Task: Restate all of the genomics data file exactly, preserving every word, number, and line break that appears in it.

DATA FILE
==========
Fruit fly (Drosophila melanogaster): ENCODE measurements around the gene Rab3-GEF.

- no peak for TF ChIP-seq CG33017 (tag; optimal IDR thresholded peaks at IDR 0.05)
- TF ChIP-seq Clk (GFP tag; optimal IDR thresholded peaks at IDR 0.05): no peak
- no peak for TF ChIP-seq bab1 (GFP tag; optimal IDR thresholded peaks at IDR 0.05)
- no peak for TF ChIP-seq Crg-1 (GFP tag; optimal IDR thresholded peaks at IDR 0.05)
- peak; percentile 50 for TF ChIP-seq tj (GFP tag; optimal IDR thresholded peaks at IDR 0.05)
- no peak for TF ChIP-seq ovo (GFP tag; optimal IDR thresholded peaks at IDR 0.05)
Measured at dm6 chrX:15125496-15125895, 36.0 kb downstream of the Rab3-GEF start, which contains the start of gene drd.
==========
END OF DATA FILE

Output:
Fruit fly (Drosophila melanogaster): ENCODE measurements around the gene Rab3-GEF.

- no peak for TF ChIP-seq CG33017 (tag; optimal IDR thresholded peaks at IDR 0.05)
- TF ChIP-seq Clk (GFP tag; optimal IDR thresholded peaks at IDR 0.05): no peak
- no peak for TF ChIP-seq bab1 (GFP tag; optimal IDR thresholded peaks at IDR 0.05)
- no peak for TF ChIP-seq Crg-1 (GFP tag; optimal IDR thresholded peaks at IDR 0.05)
- peak; percentile 50 for TF ChIP-seq tj (GFP tag; optimal IDR thresholded peaks at IDR 0.05)
- no peak for TF ChIP-seq ovo (GFP tag; optimal IDR thresholded peaks at IDR 0.05)
Measured at dm6 chrX:15125496-15125895, 36.0 kb downstream of the Rab3-GEF start, which contains the start of gene drd.